As part of National Volunteer Month in April, the Paramount Veterans Network honored the late Betty White who impacted the military and veteran community by volunteering for the American Women's Voluntary Services (AWVS) during WWII.
Betty White Bio:
Betty White began her television career in 1939, three months after her high school graduation, when she and a classmate sang songs from The Merry Widow on an experimental television show. White found work modeling, and her first professional acting job was at the Bliss Hayden Little Theatre. When World War II broke out, she put her career on hold and volunteered for the American Women's Voluntary Services. Her assignment included the transportation of military supplies through California. She also participated in events for troops before they were deployed overseas.
American Women's Voluntary Services (AWVS) was the largest American women's service organization in the United States during World War II (WWII). AWVS provided women volunteers who provided support services to help the nation during the war such as message delivery, ambulance driving, selling war bonds, emergency kitchens, cycle corps drivers, dog-sled teamsters, aircraft spotters, navigation, aerial photography, fighting fires, truck driving, and canteen workers. Some of its work overlapped with the Office of Civilian Defense and the American Red Cross.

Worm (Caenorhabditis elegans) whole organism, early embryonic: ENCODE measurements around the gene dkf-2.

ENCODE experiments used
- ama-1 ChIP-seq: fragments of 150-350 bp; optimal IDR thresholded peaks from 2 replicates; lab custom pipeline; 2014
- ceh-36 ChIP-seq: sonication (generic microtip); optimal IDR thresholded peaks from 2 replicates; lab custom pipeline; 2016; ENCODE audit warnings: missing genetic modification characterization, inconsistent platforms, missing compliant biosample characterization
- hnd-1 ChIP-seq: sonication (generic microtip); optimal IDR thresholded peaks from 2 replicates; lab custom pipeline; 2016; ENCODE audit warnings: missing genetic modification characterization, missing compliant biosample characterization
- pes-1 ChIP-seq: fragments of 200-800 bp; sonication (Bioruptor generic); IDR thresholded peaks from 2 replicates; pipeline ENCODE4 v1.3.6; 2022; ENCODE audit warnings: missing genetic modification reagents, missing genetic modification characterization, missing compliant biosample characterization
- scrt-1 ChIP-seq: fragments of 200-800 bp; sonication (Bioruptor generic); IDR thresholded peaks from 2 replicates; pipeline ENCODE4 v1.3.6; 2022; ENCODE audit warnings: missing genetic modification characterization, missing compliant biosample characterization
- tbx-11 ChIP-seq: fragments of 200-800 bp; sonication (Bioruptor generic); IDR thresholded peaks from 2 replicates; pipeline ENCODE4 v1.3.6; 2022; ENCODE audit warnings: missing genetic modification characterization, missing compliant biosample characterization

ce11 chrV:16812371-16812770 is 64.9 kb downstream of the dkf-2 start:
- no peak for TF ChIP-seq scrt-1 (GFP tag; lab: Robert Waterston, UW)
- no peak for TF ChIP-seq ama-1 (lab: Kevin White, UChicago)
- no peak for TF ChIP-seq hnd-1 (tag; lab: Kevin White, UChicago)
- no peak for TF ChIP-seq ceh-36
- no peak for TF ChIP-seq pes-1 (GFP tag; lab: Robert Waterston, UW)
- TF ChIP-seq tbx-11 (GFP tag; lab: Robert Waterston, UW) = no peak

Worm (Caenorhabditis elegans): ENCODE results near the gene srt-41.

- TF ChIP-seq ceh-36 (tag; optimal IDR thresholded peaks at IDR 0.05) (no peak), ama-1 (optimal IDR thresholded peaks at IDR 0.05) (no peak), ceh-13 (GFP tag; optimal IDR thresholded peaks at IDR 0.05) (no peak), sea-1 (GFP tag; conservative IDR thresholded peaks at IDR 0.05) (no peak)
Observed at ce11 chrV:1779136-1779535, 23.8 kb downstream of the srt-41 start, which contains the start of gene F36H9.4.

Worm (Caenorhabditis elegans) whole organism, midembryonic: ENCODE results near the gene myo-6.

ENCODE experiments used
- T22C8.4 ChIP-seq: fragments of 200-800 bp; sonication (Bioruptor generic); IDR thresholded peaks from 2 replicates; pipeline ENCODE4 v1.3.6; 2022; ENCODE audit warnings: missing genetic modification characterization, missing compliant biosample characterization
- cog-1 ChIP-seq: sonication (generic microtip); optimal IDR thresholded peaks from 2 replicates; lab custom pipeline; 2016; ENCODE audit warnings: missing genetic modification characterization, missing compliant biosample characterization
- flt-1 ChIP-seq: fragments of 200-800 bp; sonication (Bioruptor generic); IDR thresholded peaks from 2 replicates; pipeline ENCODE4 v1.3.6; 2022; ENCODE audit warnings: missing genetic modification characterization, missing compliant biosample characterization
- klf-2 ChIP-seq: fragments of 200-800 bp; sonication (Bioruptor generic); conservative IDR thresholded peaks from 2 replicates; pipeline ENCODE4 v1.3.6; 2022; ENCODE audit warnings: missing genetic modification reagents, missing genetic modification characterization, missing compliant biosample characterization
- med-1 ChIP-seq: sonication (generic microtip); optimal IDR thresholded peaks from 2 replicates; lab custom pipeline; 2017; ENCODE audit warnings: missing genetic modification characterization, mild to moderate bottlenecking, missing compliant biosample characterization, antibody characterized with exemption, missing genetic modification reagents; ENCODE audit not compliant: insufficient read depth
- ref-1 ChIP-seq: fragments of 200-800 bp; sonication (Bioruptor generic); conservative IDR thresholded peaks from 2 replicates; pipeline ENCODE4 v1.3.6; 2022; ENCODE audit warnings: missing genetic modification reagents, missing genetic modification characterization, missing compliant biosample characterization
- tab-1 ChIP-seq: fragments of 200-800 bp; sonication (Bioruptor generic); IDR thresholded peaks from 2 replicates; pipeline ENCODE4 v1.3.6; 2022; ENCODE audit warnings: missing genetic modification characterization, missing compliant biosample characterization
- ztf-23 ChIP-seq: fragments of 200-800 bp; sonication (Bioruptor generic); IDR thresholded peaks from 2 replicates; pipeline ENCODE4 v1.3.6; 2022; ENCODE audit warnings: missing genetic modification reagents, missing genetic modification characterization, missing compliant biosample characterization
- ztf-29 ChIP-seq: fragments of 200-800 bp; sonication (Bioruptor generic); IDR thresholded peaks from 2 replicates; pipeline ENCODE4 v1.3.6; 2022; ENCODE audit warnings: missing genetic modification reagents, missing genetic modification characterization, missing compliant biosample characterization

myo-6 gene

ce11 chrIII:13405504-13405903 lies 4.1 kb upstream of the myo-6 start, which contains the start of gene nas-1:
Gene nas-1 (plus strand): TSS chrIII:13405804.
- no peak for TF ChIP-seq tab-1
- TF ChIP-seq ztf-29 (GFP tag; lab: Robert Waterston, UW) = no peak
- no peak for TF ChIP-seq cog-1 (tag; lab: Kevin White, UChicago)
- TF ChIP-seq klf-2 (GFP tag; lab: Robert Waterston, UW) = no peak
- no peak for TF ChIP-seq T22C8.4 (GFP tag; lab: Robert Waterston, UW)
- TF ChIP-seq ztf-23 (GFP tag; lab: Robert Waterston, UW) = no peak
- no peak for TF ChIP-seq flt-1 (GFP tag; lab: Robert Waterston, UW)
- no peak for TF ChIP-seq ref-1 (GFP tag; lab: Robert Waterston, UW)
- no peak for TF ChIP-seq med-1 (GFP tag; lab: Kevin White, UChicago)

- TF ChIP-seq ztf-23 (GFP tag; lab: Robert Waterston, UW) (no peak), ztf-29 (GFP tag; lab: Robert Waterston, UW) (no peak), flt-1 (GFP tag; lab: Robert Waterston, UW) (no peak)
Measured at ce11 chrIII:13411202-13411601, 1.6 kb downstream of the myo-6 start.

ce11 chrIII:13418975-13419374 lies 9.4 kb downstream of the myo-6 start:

It was here Betty met her first husband, a United States Army Air Forces aircraft pilot. They divorced eventually, and she remarried to the love of her life, TV host Allen Ludden.
Military-adjacent roles help our troops and country thrive, and Betty was a part of that. Thank you, Betty, for your selfless service.
Rest In Peace Betty White (1922-2021)